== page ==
By Maria Saporta
East Lake. Lake Claire. Vine City. Parkway Drive. Lakeview Avenue. Ponce de Leon Avenue.
Atlanta is full of streets and neighborhoods with names that hark back to a different time – when the city’s natural environment defined communities before they became built up, paved over or tunneled under.
Now a comprehensive effort is underway to bring back Atlanta’s natural amenities and make them part of our city’s future.
“We are not really restoring the past; we are restoring the future,” explained Keith Bowers, president of Charleston-based Biohabitats. “We are trying to figure out how we can bring back the attributes of that past.”
Biohabitats has been selected by the Atlanta planning department to develop an “urban ecology framework” that will guide how the city will develop.
It is part of the Atlanta City Design process that is preparing for a potential doubling of the city’s population in the next 25 years. The goal of the planning process is to create an even more livable city despite, or even because of, the anticipated growth in population.
One of the core ideas behind the City Design is to begin with Atlanta’s natural assets, and Biohabitats is beginning an 18-month process to provide a framework on how we can create a more ecologically-friendly city.
Bowers presented the challenges and opportunities of the “urban ecology framework” at Park Pride’s Corporate Champion Roundtable, which was held at the Atlanta Botanical Garden on October 19 in a talk titled: Seeing the Forest from the Trees.
“We often think of cities as buildings, parking lots, apartments and roads,” Bowers said. But before the cities were built, the land was covered with rivers, streams and forests “teeming with birds and wildlife.”
Take Ponce de Leon Avenue, for example. The street got its name from Ponce de Leon Springs – Atlanta’s own fountain of youth. The area now covered up by a strip shopping center with a Whole Foods and a Home Depot with lots of surface parking used to be a park with natural fountains, a creek and a lake. The only clue that there used to be a lake there is that the small street to the west of the shopping center is called Lakeview Drive.
Bowers said the task of Biohabitats will be to provide a framework “to bring nature back into the city” – to bring biodiversity back to the built environment.
“We like to think about blurring the boundaries between parks and the city,” Bowers said. “Trees are what really defines Atlanta – trees and its watersheds.”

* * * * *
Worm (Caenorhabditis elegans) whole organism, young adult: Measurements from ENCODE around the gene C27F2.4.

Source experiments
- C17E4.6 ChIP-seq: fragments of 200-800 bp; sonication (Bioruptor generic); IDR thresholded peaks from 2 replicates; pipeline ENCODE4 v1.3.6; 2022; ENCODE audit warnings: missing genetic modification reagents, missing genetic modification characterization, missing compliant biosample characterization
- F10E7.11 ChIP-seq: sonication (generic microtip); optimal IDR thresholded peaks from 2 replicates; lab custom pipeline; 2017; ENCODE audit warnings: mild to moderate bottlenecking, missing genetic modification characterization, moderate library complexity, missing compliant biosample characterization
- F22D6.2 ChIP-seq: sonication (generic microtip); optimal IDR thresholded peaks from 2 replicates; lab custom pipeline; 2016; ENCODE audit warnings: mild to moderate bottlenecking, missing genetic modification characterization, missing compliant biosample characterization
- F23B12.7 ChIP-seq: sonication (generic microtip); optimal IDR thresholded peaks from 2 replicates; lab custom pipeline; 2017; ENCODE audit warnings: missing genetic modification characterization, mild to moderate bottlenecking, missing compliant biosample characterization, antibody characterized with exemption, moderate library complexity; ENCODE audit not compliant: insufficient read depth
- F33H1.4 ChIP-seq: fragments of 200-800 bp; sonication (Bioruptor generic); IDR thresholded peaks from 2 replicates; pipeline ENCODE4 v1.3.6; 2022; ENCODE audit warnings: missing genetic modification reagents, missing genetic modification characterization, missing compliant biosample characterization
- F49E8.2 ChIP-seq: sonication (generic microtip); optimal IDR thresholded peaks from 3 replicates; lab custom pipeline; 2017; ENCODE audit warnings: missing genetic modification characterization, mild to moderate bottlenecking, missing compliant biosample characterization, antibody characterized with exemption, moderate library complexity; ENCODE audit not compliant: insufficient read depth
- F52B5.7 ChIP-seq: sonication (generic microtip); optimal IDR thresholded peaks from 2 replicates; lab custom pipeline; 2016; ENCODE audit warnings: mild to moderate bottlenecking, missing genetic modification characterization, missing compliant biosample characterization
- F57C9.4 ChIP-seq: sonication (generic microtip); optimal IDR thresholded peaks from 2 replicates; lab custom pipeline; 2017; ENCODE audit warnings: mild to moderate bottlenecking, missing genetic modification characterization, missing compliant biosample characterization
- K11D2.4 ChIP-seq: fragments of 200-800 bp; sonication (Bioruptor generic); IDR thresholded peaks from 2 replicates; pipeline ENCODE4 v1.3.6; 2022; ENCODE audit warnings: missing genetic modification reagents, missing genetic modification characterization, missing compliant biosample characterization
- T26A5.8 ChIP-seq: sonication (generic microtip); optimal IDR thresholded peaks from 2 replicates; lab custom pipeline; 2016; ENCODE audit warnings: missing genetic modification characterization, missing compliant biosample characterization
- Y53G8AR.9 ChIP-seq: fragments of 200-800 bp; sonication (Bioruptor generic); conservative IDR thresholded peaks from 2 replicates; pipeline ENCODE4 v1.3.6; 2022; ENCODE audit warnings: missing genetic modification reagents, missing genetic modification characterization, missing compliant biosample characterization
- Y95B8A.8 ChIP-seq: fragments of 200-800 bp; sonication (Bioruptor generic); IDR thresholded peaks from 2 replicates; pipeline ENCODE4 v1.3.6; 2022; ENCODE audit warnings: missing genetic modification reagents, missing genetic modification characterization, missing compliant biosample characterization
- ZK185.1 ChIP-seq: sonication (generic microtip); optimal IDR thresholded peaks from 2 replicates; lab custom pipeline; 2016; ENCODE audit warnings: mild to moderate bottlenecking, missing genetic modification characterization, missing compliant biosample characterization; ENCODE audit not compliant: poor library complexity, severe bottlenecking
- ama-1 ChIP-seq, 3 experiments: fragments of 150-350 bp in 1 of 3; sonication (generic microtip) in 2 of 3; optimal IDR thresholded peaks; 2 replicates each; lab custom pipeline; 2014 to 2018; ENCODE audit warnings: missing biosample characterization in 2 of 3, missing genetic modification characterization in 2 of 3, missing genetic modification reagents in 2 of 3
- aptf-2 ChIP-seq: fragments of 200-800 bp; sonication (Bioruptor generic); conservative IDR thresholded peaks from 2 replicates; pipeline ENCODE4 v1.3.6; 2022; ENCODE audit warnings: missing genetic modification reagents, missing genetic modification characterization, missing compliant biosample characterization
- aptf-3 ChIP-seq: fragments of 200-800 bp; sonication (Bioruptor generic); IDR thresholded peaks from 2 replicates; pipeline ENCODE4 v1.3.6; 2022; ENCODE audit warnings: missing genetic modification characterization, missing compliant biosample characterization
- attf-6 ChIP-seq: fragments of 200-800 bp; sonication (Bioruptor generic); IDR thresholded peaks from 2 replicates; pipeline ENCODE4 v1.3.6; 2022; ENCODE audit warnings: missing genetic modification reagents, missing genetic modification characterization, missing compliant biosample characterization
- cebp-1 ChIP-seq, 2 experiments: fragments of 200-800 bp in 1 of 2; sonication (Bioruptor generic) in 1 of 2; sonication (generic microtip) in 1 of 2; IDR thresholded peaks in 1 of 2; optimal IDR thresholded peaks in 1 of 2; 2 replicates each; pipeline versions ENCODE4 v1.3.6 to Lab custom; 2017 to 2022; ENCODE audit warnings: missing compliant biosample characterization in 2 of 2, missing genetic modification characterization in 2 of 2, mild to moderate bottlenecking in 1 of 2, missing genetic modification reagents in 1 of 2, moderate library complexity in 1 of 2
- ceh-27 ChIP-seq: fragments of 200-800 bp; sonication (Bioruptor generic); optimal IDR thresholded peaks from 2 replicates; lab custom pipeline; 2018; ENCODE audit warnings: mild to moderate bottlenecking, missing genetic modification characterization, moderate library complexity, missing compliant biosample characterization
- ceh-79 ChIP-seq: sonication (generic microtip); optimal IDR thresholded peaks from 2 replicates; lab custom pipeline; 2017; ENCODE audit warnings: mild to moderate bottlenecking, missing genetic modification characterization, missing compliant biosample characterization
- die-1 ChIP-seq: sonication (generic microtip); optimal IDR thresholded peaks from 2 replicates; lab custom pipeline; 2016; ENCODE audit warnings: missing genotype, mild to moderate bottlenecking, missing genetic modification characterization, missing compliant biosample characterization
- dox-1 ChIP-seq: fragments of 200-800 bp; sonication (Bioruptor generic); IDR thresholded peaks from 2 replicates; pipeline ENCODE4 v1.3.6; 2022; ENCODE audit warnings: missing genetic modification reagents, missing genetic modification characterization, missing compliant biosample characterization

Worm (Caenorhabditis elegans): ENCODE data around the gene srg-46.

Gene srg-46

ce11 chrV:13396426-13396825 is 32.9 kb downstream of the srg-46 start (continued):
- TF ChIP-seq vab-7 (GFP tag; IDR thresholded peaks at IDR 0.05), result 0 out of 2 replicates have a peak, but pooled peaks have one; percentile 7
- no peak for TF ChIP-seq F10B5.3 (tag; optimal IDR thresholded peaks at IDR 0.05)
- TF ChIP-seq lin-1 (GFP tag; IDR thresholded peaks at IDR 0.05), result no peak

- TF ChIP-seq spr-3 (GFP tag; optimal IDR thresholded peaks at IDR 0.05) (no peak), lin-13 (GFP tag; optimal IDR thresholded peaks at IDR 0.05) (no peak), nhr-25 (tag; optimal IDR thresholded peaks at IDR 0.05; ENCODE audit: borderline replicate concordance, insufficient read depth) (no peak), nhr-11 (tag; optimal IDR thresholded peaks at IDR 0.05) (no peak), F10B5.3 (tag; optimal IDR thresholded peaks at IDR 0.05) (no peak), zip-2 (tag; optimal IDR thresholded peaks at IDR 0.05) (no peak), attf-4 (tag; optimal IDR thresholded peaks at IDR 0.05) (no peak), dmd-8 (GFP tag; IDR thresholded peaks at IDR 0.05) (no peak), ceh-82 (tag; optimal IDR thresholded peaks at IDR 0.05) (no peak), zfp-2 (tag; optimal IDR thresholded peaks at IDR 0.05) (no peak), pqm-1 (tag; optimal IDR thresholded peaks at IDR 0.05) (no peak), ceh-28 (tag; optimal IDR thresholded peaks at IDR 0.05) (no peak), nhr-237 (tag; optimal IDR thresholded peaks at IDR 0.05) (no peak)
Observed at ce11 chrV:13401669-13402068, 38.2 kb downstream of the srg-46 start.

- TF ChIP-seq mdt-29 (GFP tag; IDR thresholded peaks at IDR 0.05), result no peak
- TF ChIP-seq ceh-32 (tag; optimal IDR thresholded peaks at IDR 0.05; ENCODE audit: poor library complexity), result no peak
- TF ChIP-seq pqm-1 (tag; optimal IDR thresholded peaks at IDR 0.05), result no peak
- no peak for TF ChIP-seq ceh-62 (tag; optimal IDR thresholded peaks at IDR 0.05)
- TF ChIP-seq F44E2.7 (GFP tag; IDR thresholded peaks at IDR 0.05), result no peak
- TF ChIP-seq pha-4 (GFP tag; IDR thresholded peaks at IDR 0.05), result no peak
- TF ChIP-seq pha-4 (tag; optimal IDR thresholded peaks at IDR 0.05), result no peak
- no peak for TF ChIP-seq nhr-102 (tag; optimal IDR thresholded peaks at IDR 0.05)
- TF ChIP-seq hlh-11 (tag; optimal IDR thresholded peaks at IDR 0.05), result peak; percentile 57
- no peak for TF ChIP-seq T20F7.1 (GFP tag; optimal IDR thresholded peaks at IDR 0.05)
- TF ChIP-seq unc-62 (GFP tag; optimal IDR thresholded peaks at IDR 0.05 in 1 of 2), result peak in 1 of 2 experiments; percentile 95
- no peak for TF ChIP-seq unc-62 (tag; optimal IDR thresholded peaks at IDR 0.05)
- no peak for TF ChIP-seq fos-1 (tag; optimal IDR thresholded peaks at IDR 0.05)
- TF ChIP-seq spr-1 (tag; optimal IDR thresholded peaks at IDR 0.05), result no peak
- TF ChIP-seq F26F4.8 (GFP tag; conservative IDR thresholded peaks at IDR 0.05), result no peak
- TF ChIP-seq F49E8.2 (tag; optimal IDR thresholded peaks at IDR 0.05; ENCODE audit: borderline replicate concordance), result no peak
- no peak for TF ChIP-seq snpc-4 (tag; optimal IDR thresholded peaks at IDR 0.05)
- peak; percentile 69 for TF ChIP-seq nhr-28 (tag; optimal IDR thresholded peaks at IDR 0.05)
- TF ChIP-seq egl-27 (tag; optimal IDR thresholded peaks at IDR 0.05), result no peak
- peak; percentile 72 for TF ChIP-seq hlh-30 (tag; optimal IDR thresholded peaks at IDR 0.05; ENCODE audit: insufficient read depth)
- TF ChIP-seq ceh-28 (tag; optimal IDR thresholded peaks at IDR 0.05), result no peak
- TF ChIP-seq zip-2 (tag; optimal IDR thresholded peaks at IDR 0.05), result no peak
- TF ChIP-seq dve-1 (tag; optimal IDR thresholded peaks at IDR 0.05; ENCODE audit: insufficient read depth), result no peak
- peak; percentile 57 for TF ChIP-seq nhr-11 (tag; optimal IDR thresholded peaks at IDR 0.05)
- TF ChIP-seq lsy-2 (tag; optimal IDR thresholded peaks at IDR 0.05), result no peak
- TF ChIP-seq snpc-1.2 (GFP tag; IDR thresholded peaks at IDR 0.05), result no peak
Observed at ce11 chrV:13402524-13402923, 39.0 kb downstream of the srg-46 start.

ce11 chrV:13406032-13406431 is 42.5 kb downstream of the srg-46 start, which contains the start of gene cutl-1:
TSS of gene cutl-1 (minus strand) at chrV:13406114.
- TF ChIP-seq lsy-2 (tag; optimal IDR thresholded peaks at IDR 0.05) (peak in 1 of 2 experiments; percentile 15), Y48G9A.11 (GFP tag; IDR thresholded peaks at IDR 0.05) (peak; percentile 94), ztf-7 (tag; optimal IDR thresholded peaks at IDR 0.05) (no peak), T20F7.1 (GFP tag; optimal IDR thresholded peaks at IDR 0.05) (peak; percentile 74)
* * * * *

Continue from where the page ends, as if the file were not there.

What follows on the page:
Atlanta already has efforts underway to restore some of its waterways – such as Proctor Creek on the northwest side.
But there are a host of other creeks and rivers throughout Atlanta that have been ignored, buried and overgrown. Instead of being ribbons of blue ways and greenways crisscrossing our city, they often are receptacles of trash, weeds and murky water.
“We are anchored by two great attributes – the Chattahoochee River and the South River,” Bowers said. He can envision a citywide trail network (using the BeltLine as a foundation) – designing connections between Atlanta’s green and blue amenities.
Atlanta’s streets also can become greener corridors by planting trees of different varieties to create a healthy ecosystem that reinforces our unique geography as a city in a forest.
“We are going to do something here that’s never been done,” said Tim Keane, Atlanta’s planning commissioner. “The idea from the beginning is to study the condition of the natural world that exists, what can be restored, and what of the urban Atlanta can promote the natural ecology.
“The point is to put Atlanta into a position where nature is a parameter around which we design things,” Keane added.
Bowers said Atlanta could set itself apart from other cities, if it designs and implements the urban ecology framework.
“Like all cities, it’s taken decades – hundreds of years – for cities to be where they are today,” Bowers said.. “There’s no other city that we have been involved with that has looked at this so deeply.”
During the 18 month design process, Bowers and Keane expect the effort to lead to a new tree ordinance and to a revision of the zoning ordinance. The idea will be to use both carrots and sticks to encourage development to occur in commercial corridors while conserving as much of the city’s tree-covered neighborhoods as possible.
“We are providing a natural context for Atlanta’s growth and development,” Bowers said, acknowledging that “so much of the green space is on private land.”
Bowers and Keane both hope Atlantans will embrace the idea of preserving, restoring and improving our natural qualities – especially the city’s trees and waterways.
“Everything we do should be exceptional,” Keane said. “Atlanta is an amazing place where the near future and the longer future present so many wonderful opportunities for us. We need to do better than any other city – let’s combine nature and urban better than anywhere.”